A True Welcome

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S (Scripture): Psalm 9

But the Lord rules forever!

    He assumes his throne

    for the sake of justice.

He will establish justice in the world rightly;

    he will judge all people fairly.

The Lord is a safe place for the oppressed—

    a safe place in difficult times.


Those who know your name trust you

    because you have not abandoned

    any who seek you, Lord.

O (Observation): The Lord is a safe place for the oppressed. The psalms were written at many different times throughout the history of God’s people. Some were written in times of peace. Some were written in times of great struggle and adversity. This Psalm reflects one of those times of great adversity.

But a ray of hope keeps God’s people from despair. They trust that all who are oppressed and seek the Lord will find a home with God.

A (Application): The oppressed of our day are many: LGBTQ+, immigrants, those who receive abuse, mentally and physically challenged people, and more. The Church was known as a place of refuge for a long, long time, choosing to aid the oppressed in all places.

My hope is that all churches can be places of refuge for the oppressed, once again. May churches be places where all are welcomed with a true sense of welcome, not a bait and switch type of welcome. Just welcoming folks for who they are is the first and vital step to help them know that God wishes to have a relationship with them.

The challenge to change (or not) may come later on when one understands that grace is what saves us, not our own acts of penitence.

May the Church be a place of welcome for all oppressed people. Just as they are.

P (Prayer): Lord, help us to see others as you see us. Help us to welcome all. Amen.


Prophet: Rejected!

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S (Scripture): Mark 6:1 Jesus left that place and came to his hometown. His disciples followed him. 2 On the Sabbath, he began to teach in the synagogue. Many who heard him were surprised. “Where did this man get all this? What’s this wisdom he’s been given? What about the powerful acts accomplished through him? 3 Isn’t this the carpenter? Isn’t he Mary’s son and the brother of James, Joses, Judas, and Simon? Aren’t his sisters here with us?” They were repulsed by him and fell into sin.

4 Jesus said to them, “Prophets are honored everywhere except in their own hometowns, among their relatives, and in their own households.” 5 He was unable to do any miracles there, except that he placed his hands on a few sick people and healed them. 6 He was appalled by their disbelief.

O (Observation): The Son of God…unable to do any miracles in his home town. Jesus’ home town folks…incredulous, disbelieving. And because they doubt, most are not healed. Jesus was just never gonna be enough for these folks.

They saw Jesus grow up. They know his parents. They know his siblings. He can’t be the Son of God.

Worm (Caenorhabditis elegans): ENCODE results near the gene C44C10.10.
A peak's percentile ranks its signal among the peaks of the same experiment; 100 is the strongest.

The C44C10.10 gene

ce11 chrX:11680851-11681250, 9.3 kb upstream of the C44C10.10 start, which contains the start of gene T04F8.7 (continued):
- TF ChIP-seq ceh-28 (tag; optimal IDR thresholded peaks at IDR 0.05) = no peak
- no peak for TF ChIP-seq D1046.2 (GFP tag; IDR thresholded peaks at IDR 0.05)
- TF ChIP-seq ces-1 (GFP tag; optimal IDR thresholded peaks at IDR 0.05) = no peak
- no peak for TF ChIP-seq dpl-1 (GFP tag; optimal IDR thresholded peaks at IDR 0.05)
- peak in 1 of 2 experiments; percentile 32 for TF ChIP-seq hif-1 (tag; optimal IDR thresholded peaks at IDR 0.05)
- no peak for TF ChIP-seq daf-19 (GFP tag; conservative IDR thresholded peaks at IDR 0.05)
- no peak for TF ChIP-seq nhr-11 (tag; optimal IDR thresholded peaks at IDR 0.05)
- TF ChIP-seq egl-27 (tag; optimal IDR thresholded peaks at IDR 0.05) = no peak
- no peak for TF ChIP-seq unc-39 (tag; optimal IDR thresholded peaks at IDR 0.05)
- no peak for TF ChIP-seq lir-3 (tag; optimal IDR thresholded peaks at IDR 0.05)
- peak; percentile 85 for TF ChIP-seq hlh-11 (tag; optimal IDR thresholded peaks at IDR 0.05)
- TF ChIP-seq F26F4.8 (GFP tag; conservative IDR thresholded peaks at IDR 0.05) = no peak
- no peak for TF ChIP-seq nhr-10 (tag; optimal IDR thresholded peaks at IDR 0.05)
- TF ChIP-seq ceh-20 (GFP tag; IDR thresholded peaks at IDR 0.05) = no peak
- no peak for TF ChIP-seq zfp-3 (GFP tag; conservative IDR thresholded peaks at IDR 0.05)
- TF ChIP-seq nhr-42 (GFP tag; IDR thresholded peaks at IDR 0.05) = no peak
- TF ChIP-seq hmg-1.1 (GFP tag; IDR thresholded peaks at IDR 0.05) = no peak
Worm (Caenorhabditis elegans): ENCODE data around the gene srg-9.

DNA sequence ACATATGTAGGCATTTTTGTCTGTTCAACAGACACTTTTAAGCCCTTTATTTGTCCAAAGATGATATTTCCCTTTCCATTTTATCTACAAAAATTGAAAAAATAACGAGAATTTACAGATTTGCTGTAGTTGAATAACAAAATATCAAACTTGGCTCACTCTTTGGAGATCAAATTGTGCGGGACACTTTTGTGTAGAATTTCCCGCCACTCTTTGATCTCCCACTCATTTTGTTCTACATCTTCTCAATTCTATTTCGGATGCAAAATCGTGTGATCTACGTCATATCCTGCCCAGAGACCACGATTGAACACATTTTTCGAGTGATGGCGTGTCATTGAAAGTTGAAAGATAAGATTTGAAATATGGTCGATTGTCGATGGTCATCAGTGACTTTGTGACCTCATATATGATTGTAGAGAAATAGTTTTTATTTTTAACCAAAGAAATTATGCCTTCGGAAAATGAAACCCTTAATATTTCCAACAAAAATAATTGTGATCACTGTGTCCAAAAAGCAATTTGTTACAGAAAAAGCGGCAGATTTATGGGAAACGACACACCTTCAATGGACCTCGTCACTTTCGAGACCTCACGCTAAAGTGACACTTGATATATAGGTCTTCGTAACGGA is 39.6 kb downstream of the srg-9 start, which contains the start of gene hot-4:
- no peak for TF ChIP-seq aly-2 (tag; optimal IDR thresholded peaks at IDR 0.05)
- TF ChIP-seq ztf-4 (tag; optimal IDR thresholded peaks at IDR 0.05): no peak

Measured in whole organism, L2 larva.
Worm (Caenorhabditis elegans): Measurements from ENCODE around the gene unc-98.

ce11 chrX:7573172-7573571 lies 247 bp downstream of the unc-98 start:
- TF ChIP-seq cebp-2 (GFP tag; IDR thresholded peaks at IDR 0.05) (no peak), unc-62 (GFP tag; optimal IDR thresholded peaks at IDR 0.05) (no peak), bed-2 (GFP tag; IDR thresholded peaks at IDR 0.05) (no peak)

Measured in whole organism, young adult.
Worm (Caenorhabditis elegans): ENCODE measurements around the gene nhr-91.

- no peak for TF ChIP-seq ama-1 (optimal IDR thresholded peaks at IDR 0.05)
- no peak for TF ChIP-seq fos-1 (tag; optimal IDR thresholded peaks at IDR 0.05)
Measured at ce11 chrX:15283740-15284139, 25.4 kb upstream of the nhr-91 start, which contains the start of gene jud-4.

A (Application): How many times do we doubt? How many times do we dismiss, out of poor logic or sensibility? How often do we belittle?

Jesus’ hometown folks have a notion of who Jesus is supposed to be. We have notions of who Jesus is supposed to be. We have vision of what worship and belief should be.

When things don’t fit that mold, we have difficulty moving forward. This happens to all of us. No matter what you prefer, some things will just not fit the mold in your mind or mine. And in the wake of that discussion, we hopefully walk away with the idea that we are still worshipping God in a way that can be beneficial for all of us (even if we lay down our lives along the way).

P (Prayer): Lord, keep us steadfast in worshipping you. Amen.

Homeostasis – the Force is Strong With This One

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S (Scripture): Matthew 13:53 When Jesus finished these parables, he departed. 54 When he came to his hometown, he taught the people in their synagogue. They were surprised and said, “Where did he get this wisdom? Where did he get the power to work miracles? 55 Isn’t he the carpenter’s son? Isn’t his mother named Mary? Aren’t James, Joseph, Simon, and Judas his brothers? 56 And his sisters, aren’t they here with us? Where did this man get all this?” 57 They were repulsed by him and fell into sin.

But Jesus said to them, “Prophets are honored everywhere except in their own hometowns and in their own households.” 58 He was unable to do many miracles there because of their disbelief.

O (Observation): Wow! Stubborn disbelief. So much so that Jesus was unable to do many miracles there. Yikes!

That’s pretty powerful stuff, right there.

And Jesus kind of recognizes that they will not likely believe in him, precisely because they knew him before his baptism and ministry began.

They say, “We knew him when…”. And because of this, they can’t see the possibility that Jesus is the Son of God. His parents are Mary and Joseph, right? Don’t we know his sisters and brothers? What makes Jesus so special?

A (Application): Ever tried to disagree with someone at a family reunion? Ever tried to buck a trend in your place of business? Ever tried to steer away from a family tradition?